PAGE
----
Inaugurated on December 29, 1979 this small museum has stone and ceramic artwork dated between AD800-1500. See the mural and captions inside for a glimpse of Natá life and their first contact with Europeans.
Open Tu-Sa 9am-4pm, Su 9am-1pm. Adults US$1, including a guide in spanish. students and children US$0.25.
The Darién National Park and the Comarca Emberá-Drua (a semi-autonomous indigenous area) are two areas that have been set aside in Panamá to prevent further environmental destruction and to protect the remaining homelands of the Three Indian tribes that live in the park, the Embera, Waunana and Kunas.
UNESCO has Categorized the Darién National Park in 1981 as Worldwide Patrimony and in 1983 as a World Heritage Biosphere.
Panama’s largest national park, is an almost impenetrable wilderness between Panama and Columbia, the deepest areas are crawling with columbian smugglers and guerillas. Nevertheless, Darién’s rivers, jungles, and indigenous communities can be explored safely on tours from Panama City.
The Cana Field Station located in the Darién National Park is one of the 10 top birding locations in the world. Extractive industries are held at bay while sustainable rainforest products such as tagua provide an incentive to safeguard these biologically and culturally important areas for future generations.
for more see my travelogues about "Tagua"
Why don’t spend wonderful days in one of the relaxing islands in the world? Your dream island is called Taborcillo. A mirage of palms and white, sandy, beaches.
An enchanting island with an incredible plant and animal life, luxuriant vegetation and exotic fruit.
And there is another special feature to this island: it was the proberty of the famous actor Johne Wayne. Although is just a thirty minutes flight from Panama City, it has remained almost untouched by man. It is situated roughly 40 km (by sea) from Panama City (or 3 km off the coast).
This misty coffee-producing town in Chiriquí Province, about 300 miles (473 km) west of Panama City, is known for its flower gardens and gorgeous mountain scenery. Boquete is the most popular starting point for treks to the summit of Volcán Barú, Panama’s highest peak, and the 5-mile-long (8 km) Quetzal Trail (Sendero Los Quetzales).
This park bordering Panama City is one of the most accessible rainforest areas in The World; why? This 655-acre wilderness park lies totally within the limits of Panama City
It is just 10 minutes from Downtown; and has nature trails and more than 250 species of birds and 40 types of mammals. This park is also the site of a tropical research center and a towering crane used to study the forest canopy. The visitors’ center is open 8 am to 4 pm daily. Admission is $0.50.
Baru Volcano is the highest mountain in the republic.
This mountain is the only spot in the world where (early in the day) you can see both the Atlantic and the Pacific Oceans at the same time. The hike is steep but easy to follow climbing through the rain forest. Panama is home to at least 940 different species of birds, and holds various world records for many years in bird counts and observations. This area is noted for the famous, but elusive quetzal a large beautifully plumed bird with a distinct call. The hike is approx. 14km each way.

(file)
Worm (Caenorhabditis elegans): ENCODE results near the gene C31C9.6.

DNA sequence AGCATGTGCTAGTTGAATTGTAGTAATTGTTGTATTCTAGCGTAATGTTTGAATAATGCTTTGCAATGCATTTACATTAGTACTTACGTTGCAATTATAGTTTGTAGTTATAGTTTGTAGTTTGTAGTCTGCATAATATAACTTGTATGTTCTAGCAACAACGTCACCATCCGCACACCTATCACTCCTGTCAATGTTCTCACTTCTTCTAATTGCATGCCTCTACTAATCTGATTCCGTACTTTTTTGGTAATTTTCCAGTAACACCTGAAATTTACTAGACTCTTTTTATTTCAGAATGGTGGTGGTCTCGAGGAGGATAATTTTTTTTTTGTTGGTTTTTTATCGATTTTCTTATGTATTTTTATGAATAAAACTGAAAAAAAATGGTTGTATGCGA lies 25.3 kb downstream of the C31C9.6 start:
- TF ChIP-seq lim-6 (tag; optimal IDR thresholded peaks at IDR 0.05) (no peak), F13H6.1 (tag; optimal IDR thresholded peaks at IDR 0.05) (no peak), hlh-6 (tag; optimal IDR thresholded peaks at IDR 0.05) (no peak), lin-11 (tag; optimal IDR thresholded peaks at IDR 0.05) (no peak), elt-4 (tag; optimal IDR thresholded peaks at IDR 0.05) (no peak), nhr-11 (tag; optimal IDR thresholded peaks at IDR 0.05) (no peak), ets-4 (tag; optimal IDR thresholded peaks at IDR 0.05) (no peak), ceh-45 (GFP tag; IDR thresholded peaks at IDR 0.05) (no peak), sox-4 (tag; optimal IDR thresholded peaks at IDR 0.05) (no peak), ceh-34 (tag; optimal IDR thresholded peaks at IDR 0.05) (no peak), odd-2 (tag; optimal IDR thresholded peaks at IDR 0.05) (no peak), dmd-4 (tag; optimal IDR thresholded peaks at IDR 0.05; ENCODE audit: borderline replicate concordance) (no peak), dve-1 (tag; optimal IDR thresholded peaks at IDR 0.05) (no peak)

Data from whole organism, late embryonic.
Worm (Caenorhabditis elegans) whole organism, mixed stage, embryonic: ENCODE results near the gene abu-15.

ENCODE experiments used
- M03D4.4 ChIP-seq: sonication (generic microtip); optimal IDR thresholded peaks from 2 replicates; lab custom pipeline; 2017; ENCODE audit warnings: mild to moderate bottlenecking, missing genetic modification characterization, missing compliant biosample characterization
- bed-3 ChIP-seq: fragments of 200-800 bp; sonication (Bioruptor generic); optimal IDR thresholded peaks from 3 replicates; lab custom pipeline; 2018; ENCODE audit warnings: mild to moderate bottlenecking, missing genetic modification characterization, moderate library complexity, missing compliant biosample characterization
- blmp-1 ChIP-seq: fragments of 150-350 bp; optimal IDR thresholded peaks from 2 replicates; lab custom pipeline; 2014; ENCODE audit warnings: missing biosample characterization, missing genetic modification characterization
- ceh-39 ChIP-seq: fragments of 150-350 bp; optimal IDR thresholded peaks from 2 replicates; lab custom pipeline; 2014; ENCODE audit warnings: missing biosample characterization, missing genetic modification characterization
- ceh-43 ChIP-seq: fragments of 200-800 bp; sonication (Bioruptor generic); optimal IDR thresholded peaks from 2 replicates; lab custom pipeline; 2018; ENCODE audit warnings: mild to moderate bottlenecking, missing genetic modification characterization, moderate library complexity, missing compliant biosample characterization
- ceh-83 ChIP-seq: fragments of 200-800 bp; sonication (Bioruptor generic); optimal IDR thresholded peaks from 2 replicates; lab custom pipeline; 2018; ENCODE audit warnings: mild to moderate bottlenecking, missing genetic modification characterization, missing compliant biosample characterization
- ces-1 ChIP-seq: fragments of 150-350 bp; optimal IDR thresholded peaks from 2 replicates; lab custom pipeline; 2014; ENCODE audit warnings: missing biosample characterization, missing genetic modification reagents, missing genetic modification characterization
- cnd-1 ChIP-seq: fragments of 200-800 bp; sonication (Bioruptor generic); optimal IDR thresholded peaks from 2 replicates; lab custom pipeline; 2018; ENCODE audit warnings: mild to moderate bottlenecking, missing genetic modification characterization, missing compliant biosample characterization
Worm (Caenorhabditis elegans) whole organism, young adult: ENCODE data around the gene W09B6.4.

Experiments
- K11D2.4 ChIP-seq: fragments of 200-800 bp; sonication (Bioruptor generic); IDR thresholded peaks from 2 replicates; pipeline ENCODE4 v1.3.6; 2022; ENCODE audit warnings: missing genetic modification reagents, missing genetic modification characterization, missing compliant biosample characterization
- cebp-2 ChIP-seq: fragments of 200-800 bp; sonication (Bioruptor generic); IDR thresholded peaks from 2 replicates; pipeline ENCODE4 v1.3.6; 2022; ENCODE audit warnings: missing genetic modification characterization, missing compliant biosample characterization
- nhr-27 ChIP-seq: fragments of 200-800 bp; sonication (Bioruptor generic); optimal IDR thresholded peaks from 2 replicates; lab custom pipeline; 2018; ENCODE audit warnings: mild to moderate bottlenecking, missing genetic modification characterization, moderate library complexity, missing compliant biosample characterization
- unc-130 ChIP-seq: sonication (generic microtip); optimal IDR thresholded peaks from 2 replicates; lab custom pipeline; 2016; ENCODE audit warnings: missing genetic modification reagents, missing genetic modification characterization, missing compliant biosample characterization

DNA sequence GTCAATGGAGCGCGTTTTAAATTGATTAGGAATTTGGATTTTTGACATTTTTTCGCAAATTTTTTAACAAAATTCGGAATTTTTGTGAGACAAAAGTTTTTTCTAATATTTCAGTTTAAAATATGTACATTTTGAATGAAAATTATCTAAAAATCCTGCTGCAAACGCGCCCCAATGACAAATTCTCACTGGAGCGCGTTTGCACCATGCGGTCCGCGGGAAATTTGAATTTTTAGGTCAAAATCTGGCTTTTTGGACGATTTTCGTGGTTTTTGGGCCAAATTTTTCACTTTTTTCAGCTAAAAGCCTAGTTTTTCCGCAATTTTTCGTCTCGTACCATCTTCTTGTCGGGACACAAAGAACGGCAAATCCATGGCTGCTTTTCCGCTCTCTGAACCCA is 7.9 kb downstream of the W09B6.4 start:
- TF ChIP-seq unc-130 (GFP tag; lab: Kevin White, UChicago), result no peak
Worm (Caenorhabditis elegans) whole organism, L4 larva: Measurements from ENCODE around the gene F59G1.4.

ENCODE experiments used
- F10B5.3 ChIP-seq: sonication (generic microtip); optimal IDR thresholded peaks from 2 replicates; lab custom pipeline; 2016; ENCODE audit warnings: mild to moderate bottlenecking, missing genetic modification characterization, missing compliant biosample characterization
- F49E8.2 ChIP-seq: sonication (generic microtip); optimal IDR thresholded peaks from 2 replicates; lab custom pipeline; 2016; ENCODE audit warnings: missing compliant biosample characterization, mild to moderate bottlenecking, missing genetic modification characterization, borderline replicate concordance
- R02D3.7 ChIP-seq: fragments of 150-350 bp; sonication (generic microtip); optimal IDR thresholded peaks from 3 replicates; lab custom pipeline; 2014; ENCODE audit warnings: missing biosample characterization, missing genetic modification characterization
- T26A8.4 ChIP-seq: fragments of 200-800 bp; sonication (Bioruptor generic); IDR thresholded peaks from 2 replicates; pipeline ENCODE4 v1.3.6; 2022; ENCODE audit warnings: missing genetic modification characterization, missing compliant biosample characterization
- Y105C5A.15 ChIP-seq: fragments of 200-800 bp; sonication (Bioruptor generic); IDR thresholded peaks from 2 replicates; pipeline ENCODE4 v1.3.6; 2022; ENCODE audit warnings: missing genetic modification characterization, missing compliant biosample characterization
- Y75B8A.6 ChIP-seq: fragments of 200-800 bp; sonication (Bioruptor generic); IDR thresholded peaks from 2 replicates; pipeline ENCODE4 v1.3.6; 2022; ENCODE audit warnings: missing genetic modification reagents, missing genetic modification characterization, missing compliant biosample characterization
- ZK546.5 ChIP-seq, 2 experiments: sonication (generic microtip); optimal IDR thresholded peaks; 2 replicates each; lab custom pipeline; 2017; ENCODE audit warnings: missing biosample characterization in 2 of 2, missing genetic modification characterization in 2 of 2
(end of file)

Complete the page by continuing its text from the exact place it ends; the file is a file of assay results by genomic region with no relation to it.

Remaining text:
Few people climb to the top...see the web cam in the web adress below.
There is a really great canopy tour that was only 20.00 when we were in El Valle. To the left is a pic of the jungle you'll buzz through, via cable, if you like this sort of thing.
To take part in the tour, just ask around town and pretty much anyone will give you directions. Alternatively, you can ask around for the map of the town and sorroundings. This map has directions to the canopy tour and it's about a 20 min. walk from town. It seems that tourism was a fairly new concept to the people of El Valle and the printed map was about all the tourism-based collateral they had.
Unlike some other parts of Panama, very few people speak English here, so be sure to learn a bit of Spanish before visiting. They'll appreciate your efforts and you'll appreciate being able to partake in basic communication.
A trip to the mountain village of El Valle, outside of Panama City and about an hour and a half by road. A small market that only opens on Saturday and Sunday. The local Indians bring their wares to sell. Beautiful baskets are the main attraction but there is a large fruit and vegetable market also.
Whilst there, visit the small El Nispero zoo and take in the lovely views and cool air.
You'll have to grab a cab out to the drop off point (a short ride) and hike for about an hour in the sweltering heat to get to these hot springs. Just ask a local or cabbie and they'll tell you how to get there. Once you've hiked in, you'll have to pay the property owner $1.00 USD to use the facilities (if you can even call them facilities). Chances are, you'll be far too hot to want to step into these steamy bad boys. I opted to hang out in the refreshing river that swings by the property. The choice is yours.
The property owner also rents out a couple of rooms (very basic) for 3 or 4 dollars a night and can sell you a much deserved soft drink as well. Very secluded, quiet and relaxed.
This place is WAY off of any path, never mind the 'beaten' path!
All in all, we enjoyed our experience at the hotel. It is well located, hence you are close to...more
Private island off Bocas del Toro Panama, , Panama
Good for: Business
Valle Escondido, Boquete, Panama
Good for: Business